Also on the Indefatigable were Newport gunners Charles Abraham of Portland Street and Ernest Sealey of Manchester Street. Abertillery men Stoker John Thomas and Able Seamen Augustine Morgan of Oak Street and George Doherty of Upstone Terrace in Pontypool were also onboard. They were just some of the Gwent sailors who perished.

One of the two survivors of the Indefatigable, Signaller C Palmer told how he was thrown well clear of the ship “otherwise I would have been sucked under”. He said: “There was a terrific explosion aboard the ship - the magazine went. I saw the guns go up in the air just like matchsticks - 12 inch guns they were - bodies and everything. Within half a minute the ship turned right over and she was gone.”

As well as miracles, there was great bravery that day. The battlecruiser Lion too was hit in her turret but the quick action of Royal Marine Major FJW Harvey saved the ship. Despite having both legs blown off he managed to flood the magazine to stop the fire spreading. He later died but was posthumously awarded the Victoria Cross.

But the lack of protection told as other ships were wiped out in a few short hours that afternoon.

The Queen Mary and the Invincible both met a similar fate to the Indefatigable. Each was consumed by a vast explosion following a hit to their magazine, it became apparent as Vice Admiral Beatty was famously to remark: "There's something wrong with our damn ships today!"

In spite of this disastrous start, Beatty succeeded in drawing the German cruisers towards the Grand Fleet, the main British force. The British battleships joined the cruisers and together they brought their guns to bear on the Germans ultimately sinking 11 of their ships and resulting in the loss of 2,551 men.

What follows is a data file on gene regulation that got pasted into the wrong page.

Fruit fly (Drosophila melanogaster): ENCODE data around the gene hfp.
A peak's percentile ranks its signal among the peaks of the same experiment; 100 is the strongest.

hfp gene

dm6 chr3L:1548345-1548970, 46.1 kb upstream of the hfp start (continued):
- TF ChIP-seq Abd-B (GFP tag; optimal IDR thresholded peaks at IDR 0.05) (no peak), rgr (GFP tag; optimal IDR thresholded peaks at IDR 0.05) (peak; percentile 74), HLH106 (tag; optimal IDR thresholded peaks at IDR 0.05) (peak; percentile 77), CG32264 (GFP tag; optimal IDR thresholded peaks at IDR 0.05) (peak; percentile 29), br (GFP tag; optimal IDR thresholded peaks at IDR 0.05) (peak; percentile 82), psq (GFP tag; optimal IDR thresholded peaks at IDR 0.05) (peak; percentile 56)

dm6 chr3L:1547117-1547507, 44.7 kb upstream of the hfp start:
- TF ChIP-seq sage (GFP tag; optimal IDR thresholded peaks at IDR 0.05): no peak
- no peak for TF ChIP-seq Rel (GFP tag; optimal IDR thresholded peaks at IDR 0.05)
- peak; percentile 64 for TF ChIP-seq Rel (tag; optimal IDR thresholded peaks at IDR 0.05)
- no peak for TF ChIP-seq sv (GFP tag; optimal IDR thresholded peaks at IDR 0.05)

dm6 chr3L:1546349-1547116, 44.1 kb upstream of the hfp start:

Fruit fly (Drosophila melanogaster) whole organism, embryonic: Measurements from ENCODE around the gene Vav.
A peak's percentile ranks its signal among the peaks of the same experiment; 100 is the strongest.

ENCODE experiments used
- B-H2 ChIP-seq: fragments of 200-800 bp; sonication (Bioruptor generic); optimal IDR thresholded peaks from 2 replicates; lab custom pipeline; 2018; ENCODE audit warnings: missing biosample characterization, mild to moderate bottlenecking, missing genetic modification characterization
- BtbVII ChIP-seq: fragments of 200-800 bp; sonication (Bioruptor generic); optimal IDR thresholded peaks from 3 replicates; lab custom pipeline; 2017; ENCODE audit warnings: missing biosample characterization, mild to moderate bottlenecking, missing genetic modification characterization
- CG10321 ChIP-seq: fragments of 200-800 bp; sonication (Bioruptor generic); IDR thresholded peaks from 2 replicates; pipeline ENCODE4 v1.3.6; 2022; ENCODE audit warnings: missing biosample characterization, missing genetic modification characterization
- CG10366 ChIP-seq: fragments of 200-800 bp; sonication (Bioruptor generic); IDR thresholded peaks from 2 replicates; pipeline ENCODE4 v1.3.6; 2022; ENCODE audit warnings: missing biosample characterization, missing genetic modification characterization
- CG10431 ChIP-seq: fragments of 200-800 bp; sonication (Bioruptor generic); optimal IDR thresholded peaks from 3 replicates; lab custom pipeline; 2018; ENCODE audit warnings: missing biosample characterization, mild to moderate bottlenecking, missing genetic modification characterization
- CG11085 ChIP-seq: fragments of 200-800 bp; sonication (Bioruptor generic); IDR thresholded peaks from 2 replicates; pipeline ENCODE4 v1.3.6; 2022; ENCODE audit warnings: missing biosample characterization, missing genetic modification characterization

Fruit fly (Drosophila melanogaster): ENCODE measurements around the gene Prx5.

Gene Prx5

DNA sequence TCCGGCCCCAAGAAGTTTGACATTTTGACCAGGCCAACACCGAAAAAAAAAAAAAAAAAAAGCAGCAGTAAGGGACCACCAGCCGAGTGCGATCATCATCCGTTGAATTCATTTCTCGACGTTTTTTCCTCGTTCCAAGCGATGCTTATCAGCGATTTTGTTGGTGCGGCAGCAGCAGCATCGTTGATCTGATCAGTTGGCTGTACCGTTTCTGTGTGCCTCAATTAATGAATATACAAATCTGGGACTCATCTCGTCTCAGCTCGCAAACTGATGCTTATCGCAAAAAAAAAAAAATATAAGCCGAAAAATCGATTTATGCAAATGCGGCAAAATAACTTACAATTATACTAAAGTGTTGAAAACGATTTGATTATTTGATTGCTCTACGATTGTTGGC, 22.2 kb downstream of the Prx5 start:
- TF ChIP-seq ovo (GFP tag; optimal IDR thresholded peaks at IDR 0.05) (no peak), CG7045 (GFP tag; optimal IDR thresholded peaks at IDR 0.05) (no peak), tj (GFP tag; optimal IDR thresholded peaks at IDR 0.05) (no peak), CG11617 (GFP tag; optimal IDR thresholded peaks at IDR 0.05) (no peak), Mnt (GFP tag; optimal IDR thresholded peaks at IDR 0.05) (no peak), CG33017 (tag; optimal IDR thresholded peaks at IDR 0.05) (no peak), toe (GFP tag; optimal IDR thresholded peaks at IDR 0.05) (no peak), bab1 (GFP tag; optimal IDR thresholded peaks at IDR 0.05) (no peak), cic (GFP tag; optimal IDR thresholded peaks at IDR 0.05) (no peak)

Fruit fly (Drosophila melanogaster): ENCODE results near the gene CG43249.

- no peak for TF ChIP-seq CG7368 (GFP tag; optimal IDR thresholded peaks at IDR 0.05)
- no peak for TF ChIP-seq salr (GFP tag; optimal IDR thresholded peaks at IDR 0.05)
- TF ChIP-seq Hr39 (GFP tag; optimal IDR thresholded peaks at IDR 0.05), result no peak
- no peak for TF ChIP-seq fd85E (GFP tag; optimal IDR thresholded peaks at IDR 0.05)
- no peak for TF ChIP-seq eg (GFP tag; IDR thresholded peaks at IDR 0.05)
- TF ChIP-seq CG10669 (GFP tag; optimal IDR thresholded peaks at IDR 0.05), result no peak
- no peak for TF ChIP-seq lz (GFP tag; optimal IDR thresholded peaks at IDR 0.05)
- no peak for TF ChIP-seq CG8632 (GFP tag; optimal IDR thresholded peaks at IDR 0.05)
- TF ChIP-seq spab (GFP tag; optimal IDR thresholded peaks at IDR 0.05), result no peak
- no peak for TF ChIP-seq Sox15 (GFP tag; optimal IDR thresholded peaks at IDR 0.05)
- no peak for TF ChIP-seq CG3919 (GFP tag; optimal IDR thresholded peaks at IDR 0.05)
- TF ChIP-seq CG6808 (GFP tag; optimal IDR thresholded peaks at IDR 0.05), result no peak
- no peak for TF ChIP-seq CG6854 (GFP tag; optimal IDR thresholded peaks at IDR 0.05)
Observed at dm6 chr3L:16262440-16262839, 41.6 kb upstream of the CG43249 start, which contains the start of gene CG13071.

It looked like the British had them cornered, but deft manoeuvres and a torpedo attack saw them escape for home for what they claimed was a victory. The Royal Navy had lost more ships than they had, so who had won the day?

The German fleet, safely at home, but bruised by battle, would never leave harbour again. The price was high for the British, with 6,094 men and 14 ships lost, but the prize was perhaps the most valuable won by any British force throughout the whole of the war.

The German fleet would not bombard British towns or menace her shipping again. Instead, reluctant to risk her surface fleet in another clash with the still larger Royal Navy, they chose to carry the war at sea by submarine alone. As they sank merchant shipping of enemy and neutral alike, the greatest neutral, America was finally goaded into declaring war by 1917. Defeat for Germany followed a year later.

Bob George says he feels the devastation Ernest’s death must have caused. “He was a well-known figure in Pontymoile, especially on the railways, but for his family it must have been crushing.” He adds that thinking of his death and that of the thousands of other men who died, he is struck by the “awful waste of life” that day. Equally he says they did not die in vain, saying: “After the battle it was said of the Germans: ‘The prisoner has struck the jailer, but he is back in his cell’. It’s some consolation to know what a victory it was for the Royal Navy.”

Ernest Robathan is remembered on the gates of Pontypool Park and in the small church of St Matthew in Pontymoile, as others are named on memorials across Gwent. Their sacrifice, perhaps not as well-known as those of our soldiers who died in the mud of Flanders, should be recalled in that short and bloody but vital battle 100 years ago.